The introduction to this week's module speaks of a “tide of events”, which is changing how school libraries function. This is due to the ongoing digital revolution, changing educational practices, and the preferences and information seeking behaviours of students and teachers.
The school library collection is crucial to teaching and learning. Teacher-librarians are challenged to provide a physical and a digital collection that will meet the curriculum needs of students and staff. Will technology ever replace picture books?
John Kennedy (2006), in the set text for this subject, entitled Collection Management: A concise introduction (rev. ed.), he establishes that “collection management is a set of interrelated activities focusing on the selection, acquisition, evaluation, preservation and deselection (or weeding) of library materials” (p 1).
Kennedy indicates that there are similarities between the definitions of collection management and collection development. Collection development occurs when the growth of resources is the main focus of the acquisition activities, such as when a new unit of studies is introduced into the curriculum. Collection management refers to the maintenance of the collection, by evaluating the use of resources and making deselection decisions.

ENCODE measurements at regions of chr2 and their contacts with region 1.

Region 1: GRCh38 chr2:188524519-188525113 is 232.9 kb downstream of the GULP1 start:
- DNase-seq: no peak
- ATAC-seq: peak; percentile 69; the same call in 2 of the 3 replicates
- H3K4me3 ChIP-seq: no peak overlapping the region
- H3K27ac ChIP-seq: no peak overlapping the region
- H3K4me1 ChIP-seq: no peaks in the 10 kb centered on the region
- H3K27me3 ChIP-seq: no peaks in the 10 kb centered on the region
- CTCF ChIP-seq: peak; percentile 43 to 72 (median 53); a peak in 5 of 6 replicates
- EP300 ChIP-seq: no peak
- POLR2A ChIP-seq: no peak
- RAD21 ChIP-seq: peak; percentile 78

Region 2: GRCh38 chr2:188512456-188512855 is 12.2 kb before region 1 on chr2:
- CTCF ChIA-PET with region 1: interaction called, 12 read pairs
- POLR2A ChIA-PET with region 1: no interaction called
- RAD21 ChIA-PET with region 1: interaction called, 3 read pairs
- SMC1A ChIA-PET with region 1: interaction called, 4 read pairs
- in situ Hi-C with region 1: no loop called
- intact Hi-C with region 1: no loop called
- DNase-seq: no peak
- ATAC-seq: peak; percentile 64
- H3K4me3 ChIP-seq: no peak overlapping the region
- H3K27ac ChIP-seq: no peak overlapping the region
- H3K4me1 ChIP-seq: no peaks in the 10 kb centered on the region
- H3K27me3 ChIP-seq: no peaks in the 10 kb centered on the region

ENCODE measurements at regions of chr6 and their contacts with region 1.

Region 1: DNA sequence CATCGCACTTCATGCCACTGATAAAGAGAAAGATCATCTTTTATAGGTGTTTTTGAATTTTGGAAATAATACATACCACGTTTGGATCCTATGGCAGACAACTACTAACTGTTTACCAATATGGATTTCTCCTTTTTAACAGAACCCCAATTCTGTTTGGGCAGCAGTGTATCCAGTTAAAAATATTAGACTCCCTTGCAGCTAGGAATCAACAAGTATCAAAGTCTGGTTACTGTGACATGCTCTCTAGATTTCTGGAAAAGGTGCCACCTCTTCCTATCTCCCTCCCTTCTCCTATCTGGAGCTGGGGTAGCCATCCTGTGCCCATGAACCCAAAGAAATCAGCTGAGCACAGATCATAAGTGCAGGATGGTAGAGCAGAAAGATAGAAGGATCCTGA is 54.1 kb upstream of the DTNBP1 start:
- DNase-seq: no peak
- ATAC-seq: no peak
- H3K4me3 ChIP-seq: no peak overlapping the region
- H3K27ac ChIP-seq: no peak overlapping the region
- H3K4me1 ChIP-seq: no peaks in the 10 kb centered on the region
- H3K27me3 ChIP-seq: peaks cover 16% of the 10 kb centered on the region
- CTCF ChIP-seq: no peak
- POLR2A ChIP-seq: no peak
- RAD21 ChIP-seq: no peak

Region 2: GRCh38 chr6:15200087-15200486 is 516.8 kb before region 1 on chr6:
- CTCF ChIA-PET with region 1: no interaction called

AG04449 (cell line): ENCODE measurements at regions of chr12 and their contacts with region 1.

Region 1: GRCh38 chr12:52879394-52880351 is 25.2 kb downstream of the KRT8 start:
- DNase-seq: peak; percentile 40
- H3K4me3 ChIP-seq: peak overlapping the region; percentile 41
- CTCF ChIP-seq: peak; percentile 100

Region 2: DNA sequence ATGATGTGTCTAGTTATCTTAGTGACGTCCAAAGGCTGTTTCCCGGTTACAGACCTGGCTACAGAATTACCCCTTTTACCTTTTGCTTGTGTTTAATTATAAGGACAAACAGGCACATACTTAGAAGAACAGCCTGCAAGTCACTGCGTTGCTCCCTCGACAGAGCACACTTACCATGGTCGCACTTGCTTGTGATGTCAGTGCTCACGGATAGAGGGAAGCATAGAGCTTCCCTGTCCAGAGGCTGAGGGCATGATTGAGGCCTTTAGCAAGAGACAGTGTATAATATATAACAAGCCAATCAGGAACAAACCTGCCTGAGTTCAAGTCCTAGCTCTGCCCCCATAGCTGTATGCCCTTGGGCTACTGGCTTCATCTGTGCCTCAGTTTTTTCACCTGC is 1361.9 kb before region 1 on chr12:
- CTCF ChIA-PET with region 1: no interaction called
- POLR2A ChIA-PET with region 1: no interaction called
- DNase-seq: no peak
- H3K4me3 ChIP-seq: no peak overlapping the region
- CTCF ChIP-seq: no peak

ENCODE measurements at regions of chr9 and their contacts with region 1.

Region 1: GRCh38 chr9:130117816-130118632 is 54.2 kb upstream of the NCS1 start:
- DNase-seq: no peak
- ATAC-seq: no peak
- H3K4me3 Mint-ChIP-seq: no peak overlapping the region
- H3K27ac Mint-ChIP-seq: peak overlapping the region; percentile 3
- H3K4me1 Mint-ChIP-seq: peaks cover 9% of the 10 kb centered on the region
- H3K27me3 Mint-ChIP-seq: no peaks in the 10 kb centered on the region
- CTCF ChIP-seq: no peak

Selection is the branch of collection management concerned with deciding which items will be added to a library collection.
Acquisition is the activity of obtaining what has been selected for inclusion in the collection.
Deselection is the removal from a collection of materials judged no longer to merit a place there.
Evaluation is the process of determining the worth of a collection in terms of its ability to satisfy the wants and needs of clients and fulfill the goals of the library.
Collection development policy is a publicly available document which sets out the library’s collecting philosophy and goals, describes in some detail the type of materials it holds and collects, and outlines policy on other matters relating to the collection.